The LGBTQ+ Community at Heritage

Olivia Johnson, Staff Writer

   High school: a time of self-discovery and coming to terms with who you are. For some, however, highschool can reveal the reality of discrimination, lack of represenation, and insecurity.
The LGBTQ+ Community has long faced the struggles of prejudice. Highschoolers face similar challenges.
   Nationwide, LGBTQ+ students are twice as likely to face discrimination on campus and many surveys have reported that some students experience a hostile community at their school.
   These hostile encounters can have everlasting effects on mental health, self-confidence, and various other factors. The likelihood of pursuing a college education decreased in students who faced heavy levels of discrimination. Violence and prejudice are more likely to occur when there are less informative resources pertaining to the LGBTQ+ community available to students.
   At Heritage, resources such as the Gay Straight Alliance (GSA) Club have been founded. However, it has been inactive with few events occurring around the school year. Many LGBTQ+ students at Heritage reported that the district and school did not offer a significant amount of resources targeted towards the LGBTQ+ community.
   Microaggressions towards LGBTQ+ students are present, emphasized through first-hand experiences from highschoolers on campus. Various slurs, homophobically-charged jokes, and other encounters have spread through social media platforms and pop culture.
   “I’ve never seen any repremendation towards those types of jokes… and I think that [admin] turn a blind eye to it,” said Ashlyn Silva (11) “I’ve never seen any teacher or staff call out anyone that makes the joke so it makes the student say ‘Oh, that’s okay, let’s keep doing it,’” explained Silva.
   General education courses, such as health and history, have also been criticized by students. A GLSEN report found that an estimated 5% of individuals witnessed lessons and representation when focused on the LGBTQ+ community in their years of schooling, while the other 95% experienced none.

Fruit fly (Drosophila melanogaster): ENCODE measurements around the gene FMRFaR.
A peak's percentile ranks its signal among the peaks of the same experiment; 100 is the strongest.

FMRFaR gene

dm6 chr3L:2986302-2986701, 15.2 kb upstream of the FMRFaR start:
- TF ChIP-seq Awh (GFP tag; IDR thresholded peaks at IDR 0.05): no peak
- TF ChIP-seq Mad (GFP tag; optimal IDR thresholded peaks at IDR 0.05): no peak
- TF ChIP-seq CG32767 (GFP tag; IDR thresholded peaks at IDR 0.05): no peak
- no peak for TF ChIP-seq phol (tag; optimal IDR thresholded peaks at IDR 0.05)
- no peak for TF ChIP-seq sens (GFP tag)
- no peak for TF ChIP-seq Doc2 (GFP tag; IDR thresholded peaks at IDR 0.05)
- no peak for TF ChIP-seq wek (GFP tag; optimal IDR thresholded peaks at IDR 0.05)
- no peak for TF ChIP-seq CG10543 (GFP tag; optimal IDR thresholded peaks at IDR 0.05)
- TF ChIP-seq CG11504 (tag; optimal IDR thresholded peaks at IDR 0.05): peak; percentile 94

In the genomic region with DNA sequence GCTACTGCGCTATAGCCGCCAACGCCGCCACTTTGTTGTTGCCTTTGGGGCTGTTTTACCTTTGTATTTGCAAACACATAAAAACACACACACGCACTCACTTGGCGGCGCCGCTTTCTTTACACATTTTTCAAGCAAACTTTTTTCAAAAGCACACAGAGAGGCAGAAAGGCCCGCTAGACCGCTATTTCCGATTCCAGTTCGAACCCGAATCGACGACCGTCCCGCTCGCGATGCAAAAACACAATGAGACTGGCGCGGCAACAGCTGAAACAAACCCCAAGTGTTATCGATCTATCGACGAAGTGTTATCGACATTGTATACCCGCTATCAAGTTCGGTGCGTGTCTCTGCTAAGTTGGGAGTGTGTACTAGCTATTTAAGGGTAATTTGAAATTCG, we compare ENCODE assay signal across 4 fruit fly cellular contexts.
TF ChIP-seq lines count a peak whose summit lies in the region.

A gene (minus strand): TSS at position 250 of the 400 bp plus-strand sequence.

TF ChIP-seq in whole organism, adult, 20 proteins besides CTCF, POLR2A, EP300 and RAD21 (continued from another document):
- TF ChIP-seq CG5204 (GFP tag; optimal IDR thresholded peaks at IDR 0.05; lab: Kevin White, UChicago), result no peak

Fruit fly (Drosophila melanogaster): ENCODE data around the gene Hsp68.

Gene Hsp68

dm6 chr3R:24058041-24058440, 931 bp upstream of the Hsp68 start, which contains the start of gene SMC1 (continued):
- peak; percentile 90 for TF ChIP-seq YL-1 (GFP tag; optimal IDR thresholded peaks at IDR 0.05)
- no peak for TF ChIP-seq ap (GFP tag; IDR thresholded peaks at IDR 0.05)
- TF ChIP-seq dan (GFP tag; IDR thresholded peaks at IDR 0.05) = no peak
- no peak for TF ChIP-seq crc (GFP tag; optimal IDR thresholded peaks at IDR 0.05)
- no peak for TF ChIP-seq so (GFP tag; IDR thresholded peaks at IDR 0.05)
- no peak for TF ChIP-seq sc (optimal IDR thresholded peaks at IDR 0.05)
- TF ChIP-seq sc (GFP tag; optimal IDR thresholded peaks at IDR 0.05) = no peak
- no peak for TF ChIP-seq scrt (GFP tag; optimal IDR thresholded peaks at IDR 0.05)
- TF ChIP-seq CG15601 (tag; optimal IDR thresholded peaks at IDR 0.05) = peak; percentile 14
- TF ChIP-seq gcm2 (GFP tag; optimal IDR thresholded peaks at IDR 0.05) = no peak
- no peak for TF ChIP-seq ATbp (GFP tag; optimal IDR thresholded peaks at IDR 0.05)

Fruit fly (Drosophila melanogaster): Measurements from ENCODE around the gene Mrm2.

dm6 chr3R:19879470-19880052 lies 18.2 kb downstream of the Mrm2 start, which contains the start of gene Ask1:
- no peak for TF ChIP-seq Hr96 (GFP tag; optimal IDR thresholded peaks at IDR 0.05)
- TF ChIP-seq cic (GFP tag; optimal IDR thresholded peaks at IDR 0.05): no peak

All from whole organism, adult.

Representation in the form of historical figures, protests, intercourse safety, and other vital lessons are a topic that some students believe are important.
   “Not at all, especially not in health, it was all hetereonormative… they don’t talk about anything else. They should give advice for all, not just for straight people,” stated Blu Ziv (11) when asked about Heritage’s health courses.
   Although some students have reported a negative experience surrounding Heritage’s treatment of the LGBTQ+ community, they are hopeful for the changes and progress that can be made if students and the administration are willing to listen to feedback. Silva reported discussions and education are the key into making progress.
   “If it’s not discussed then it’s not going to be normalized. If it’s not normalized then how could we expect people to finally get used to it,” explained Ysaach Habon (11) “It’s not something to be tolerated it’s something that should be respected,” continued Habon.
   Actions taken today are vital in determining the future. Upcoming nominations for the LUHSD Board and overall representation at Heritage are major factors in determining the future of Heritage and their attitude towards the LGBTQ+ community. While the future is unknown, many students continue to advocate for an accepting and safe community at their school.